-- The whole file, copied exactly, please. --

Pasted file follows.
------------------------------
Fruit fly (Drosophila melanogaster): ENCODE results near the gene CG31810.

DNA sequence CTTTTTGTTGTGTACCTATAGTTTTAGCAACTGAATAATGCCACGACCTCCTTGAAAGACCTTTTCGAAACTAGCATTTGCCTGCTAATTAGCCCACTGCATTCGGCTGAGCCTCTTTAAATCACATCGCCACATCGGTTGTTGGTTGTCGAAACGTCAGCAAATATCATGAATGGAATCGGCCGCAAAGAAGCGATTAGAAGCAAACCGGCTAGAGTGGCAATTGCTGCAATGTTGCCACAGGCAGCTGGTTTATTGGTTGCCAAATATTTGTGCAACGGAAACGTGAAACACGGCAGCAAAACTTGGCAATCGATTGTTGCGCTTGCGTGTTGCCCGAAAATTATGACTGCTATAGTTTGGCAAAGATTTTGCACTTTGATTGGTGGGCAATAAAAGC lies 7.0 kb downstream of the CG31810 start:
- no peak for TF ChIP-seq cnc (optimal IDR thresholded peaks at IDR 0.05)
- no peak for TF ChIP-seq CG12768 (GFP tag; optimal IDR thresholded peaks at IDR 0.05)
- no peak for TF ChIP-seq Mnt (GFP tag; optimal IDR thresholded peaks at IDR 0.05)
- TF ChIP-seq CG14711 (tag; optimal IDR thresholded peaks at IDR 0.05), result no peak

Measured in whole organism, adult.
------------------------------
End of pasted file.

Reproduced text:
Fruit fly (Drosophila melanogaster): ENCODE results near the gene CG31810.

DNA sequence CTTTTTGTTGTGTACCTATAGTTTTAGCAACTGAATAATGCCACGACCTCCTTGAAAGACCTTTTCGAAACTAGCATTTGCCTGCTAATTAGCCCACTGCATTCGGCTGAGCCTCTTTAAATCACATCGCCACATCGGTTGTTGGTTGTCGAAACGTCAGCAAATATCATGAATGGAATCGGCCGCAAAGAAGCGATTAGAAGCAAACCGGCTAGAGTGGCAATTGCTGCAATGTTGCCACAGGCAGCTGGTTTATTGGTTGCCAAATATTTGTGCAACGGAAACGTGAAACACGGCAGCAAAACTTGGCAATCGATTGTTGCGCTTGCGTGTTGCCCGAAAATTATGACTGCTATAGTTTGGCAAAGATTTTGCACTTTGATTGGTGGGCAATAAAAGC lies 7.0 kb downstream of the CG31810 start:
- no peak for TF ChIP-seq cnc (optimal IDR thresholded peaks at IDR 0.05)
- no peak for TF ChIP-seq CG12768 (GFP tag; optimal IDR thresholded peaks at IDR 0.05)
- no peak for TF ChIP-seq Mnt (GFP tag; optimal IDR thresholded peaks at IDR 0.05)
- TF ChIP-seq CG14711 (tag; optimal IDR thresholded peaks at IDR 0.05), result no peak

Measured in whole organism, adult.